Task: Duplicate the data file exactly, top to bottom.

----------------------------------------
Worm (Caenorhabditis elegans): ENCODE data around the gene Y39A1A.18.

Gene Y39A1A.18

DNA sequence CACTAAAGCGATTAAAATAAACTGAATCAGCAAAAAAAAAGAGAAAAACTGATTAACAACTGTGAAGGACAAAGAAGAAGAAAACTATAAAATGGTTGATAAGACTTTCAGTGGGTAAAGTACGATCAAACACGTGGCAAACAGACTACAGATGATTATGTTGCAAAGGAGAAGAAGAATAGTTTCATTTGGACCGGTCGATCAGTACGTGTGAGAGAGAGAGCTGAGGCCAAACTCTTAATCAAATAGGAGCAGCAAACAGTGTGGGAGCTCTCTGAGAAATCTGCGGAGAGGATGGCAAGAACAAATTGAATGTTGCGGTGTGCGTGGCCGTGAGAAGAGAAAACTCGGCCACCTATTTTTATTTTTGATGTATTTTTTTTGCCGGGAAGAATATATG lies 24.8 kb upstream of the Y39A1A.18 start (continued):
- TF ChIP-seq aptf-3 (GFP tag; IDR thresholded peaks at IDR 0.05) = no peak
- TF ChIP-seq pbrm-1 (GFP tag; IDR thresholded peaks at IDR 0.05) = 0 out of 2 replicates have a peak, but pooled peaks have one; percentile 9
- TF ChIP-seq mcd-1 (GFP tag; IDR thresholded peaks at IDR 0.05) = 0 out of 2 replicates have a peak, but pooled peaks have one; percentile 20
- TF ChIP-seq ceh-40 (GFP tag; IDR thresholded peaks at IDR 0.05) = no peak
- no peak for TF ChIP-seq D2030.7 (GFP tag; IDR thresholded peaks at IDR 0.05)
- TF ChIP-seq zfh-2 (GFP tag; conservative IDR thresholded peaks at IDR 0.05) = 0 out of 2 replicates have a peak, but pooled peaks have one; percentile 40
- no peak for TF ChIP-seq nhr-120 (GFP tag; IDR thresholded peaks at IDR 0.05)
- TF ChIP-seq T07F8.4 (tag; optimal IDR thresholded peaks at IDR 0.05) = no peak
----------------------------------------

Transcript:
Worm (Caenorhabditis elegans): ENCODE data around the gene Y39A1A.18.

Gene Y39A1A.18

DNA sequence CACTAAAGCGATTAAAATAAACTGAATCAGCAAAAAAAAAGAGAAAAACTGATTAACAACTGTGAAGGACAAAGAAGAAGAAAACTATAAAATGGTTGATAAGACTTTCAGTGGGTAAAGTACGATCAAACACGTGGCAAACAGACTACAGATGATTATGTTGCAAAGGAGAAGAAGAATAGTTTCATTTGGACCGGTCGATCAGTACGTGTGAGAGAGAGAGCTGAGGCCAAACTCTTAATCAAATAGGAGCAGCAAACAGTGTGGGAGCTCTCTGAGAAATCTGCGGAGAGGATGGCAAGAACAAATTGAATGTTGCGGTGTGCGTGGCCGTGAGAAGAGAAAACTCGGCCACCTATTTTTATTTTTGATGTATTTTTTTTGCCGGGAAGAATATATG lies 24.8 kb upstream of the Y39A1A.18 start (continued):
- TF ChIP-seq aptf-3 (GFP tag; IDR thresholded peaks at IDR 0.05) = no peak
- TF ChIP-seq pbrm-1 (GFP tag; IDR thresholded peaks at IDR 0.05) = 0 out of 2 replicates have a peak, but pooled peaks have one; percentile 9
- TF ChIP-seq mcd-1 (GFP tag; IDR thresholded peaks at IDR 0.05) = 0 out of 2 replicates have a peak, but pooled peaks have one; percentile 20
- TF ChIP-seq ceh-40 (GFP tag; IDR thresholded peaks at IDR 0.05) = no peak
- no peak for TF ChIP-seq D2030.7 (GFP tag; IDR thresholded peaks at IDR 0.05)
- TF ChIP-seq zfh-2 (GFP tag; conservative IDR thresholded peaks at IDR 0.05) = 0 out of 2 replicates have a peak, but pooled peaks have one; percentile 40
- no peak for TF ChIP-seq nhr-120 (GFP tag; IDR thresholded peaks at IDR 0.05)
- TF ChIP-seq T07F8.4 (tag; optimal IDR thresholded peaks at IDR 0.05) = no peak